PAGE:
We know that the community consensus is not to forbid all mention of anticipated technology or products or what have you. The community has expressed that by promoting dozens of examples to GA and FA status, such as Renewable energy in Scotland or Shuttle–Mir program#Phases Two and Three: ISS (1998–2024) or Alzheimer's disease#Research directions or City of Manchester Stadium#Stadium expansion or Boeing 777#777X. Can the GA Dyson sphere exist at all, if speculation has no place?

    Perhaps WP:NOT could have a whole new section covering our policy about the future for content within otherwise notable articles or lists, but for the present, we could have clear policy statement, if we removed this this wart at the end that helps nobody and inspires endless debate. Delete it, and if you have a better idea, propose at your leisure.

    With regard to the fact that, as Masem said, "your average rumor-mongering fan sites are absolutely no-nos", what does that have to do with WP:CRYSTAL? Rumor mongering fan sites fail WP:V and WP:RS. We already have clear guidelines and policies telling us not to rely on those. WP:CRYSTAL does not need to repeat that, and doing so here only muddles it. --Dennis Bratland (talk) 04:30, 6 October 2019 (UTC)

Please note that Dennis is one of the principles involved in the topic just above this concerning the announcement of future vehicles. These 2 topics overlap considerably and it will confuse the issue by starting 2 separate but closely related RFC's at the same time.  Stepho  talk  04:36, 6 October 2019 (UTC)
Yes, I'm posting notices as fast as I can. How come when I start an RfC, it will "confuse the issue", but when you do, it doesn't? Seems like if you can start an RfC in the midst of a dispute, the rest of us can do it too. This RfC is policy change. The other RfC is only at the WikiProject level, which is local consensus, subordinate to both policy and guidelines. If the two have contradictory outcomes, policy overrules local consensus. That other RfC has a very long, not exactly neutral, "question" [sic] statement, and asks at least four different questions in one RfC. It's unlikely to be accepted as a valid RfC, and unlikely to end with a definitive, binding RfC closure.

A clear yes or no outcome on keeping or deleting this sentence from WP:CRYSTAL will help everyone get closer to a solid consensus. --Dennis Bratland (talk) 04:51, 6 October 2019 (UTC)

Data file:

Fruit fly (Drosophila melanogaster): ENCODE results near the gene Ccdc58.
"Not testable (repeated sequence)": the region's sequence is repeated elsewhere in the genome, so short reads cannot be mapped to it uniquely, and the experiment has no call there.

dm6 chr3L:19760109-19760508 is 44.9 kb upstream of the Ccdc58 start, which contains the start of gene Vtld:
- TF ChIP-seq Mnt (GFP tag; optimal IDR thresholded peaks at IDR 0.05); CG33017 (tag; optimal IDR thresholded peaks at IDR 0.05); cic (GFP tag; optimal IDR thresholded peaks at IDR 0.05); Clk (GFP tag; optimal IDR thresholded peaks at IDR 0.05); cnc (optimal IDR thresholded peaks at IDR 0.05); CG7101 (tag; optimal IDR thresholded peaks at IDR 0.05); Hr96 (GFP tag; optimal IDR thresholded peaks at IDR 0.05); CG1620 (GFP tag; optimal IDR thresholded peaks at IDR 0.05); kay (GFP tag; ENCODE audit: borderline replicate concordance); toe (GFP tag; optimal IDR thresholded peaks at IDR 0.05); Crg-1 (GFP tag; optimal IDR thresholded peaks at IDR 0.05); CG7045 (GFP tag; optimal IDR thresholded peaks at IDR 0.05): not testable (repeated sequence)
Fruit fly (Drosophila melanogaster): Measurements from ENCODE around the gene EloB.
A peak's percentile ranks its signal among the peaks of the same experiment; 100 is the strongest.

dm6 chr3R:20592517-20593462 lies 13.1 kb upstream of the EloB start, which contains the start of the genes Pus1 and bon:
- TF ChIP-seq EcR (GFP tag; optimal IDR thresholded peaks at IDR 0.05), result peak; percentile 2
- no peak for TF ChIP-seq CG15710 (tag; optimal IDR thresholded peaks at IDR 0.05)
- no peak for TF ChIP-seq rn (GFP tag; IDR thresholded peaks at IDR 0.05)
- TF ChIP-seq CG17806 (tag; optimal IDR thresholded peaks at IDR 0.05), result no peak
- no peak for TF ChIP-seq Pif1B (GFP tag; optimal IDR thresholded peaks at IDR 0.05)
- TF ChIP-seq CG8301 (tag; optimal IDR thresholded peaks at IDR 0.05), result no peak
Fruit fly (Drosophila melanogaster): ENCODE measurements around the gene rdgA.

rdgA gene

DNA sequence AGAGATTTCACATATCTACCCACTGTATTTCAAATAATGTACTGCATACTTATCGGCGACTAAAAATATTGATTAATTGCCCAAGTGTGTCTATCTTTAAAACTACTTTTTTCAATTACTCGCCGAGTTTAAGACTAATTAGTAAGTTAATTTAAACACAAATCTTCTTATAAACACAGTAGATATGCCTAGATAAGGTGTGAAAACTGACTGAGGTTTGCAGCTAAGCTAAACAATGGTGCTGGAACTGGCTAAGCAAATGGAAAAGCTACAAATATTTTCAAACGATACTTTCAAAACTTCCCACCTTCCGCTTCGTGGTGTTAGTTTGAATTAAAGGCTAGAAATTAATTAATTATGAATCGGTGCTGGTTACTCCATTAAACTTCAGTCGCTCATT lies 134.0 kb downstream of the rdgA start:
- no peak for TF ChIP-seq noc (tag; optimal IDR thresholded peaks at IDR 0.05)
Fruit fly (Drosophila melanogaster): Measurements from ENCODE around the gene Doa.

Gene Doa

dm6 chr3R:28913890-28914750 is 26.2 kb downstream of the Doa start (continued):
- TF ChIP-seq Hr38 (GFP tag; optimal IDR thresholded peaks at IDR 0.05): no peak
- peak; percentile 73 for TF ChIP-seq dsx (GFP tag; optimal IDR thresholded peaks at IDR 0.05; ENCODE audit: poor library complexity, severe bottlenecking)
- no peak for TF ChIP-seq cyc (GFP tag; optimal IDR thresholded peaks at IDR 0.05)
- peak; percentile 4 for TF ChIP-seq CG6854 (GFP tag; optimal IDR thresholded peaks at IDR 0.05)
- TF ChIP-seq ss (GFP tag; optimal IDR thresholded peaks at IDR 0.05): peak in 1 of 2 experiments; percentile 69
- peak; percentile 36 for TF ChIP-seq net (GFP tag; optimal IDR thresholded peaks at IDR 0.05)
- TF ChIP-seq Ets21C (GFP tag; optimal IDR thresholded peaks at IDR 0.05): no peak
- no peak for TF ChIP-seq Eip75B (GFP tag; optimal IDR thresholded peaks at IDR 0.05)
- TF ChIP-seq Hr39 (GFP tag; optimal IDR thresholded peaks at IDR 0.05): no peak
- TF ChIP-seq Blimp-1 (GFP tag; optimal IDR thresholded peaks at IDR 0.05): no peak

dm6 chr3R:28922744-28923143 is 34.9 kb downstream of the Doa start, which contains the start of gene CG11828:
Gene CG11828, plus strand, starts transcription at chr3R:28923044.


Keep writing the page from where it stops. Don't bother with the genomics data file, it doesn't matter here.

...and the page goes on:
Please try to keep personal issues out of this and restrict discussion to the actual issues of policy. A general policy RfC takes precedence over a project guidance case. · · · Peter Southwood (talk): 06:12, 7 October 2019 (UTC)
  • Some predictions are more appropriate for inclusion in an encyclopedia than others. To a large extent this depends on the credibility of the persons making the prediction, and whether there is published agreement by experts that the prediction is plausible, and where relevant supported by scientific analysis. Where prediction is speculative the responsible persons should be named in the text and their credentials specified, as well as cited from a reliable source, and stating the type of speculation. · · · Peter Southwood (talk): 06:25, 7 October 2019 (UTC)
  • I have many issues with WP:CRYSTAL. Some background:
  • In 2011 I contacted one of the authors of the original WP:CRYSTAL after the policy kept coming up at AfDs of unannounced products. The editor (User:Dpbsmith) thought I was crazy and said his language categorically did "not put a blanket bar on all speculation from outside sources."
  • Following that conversation I updated WP:CRYSTAL to clarify the ban applied to poorly sourced speculation, and that speculation offered by reliable sources was permitted.
  • I can't immediately find the discussion, but I believe that the blanket ban on speculation was reinstated within a year once the issue was brought up again on this talk page. Mark Schierbecker (talk) 00:40, 8 October 2019 (UTC)
  • This is maddening.
  • "Predictions, speculation, forecasts and theories stated by reliable, expert sources or recognized entities in a field may be included, though editors should be aware of creating undue bias to any specific point-of-view."

later

  • "Speculation and rumor, even from reliable sources, are not appropriate encyclopedic content."
Indeed, Mark, that's exactly why we're better off without this sentence. The !votes saying we have to keep it until we agree on something better to replace it with don't give us much to go on as to what they think is better. Moreover, they don't tell us what benefit there is to this sentence. There are several other policies that forbid spreading poorly sourced rumors, so it's not as if the floodgates would suddenly open if we deleted it. It would be far less disruptive if we replaced it with the text you offered, "Predictions, speculation, forecasts and theories stated by reliable, expert sources or recognized...", but everything in that sentence derives from some other policy. "Reliable, expert sources" is what we mean by the WP:RS guidelines. Why does that need to be restated at WP:CRYSTAL? Speculation and rumor are also pushed to the fringes by, sure enough, WP:FRINGE. Avoiding undue bias? Hey, look we have the policy WP:UNDUE.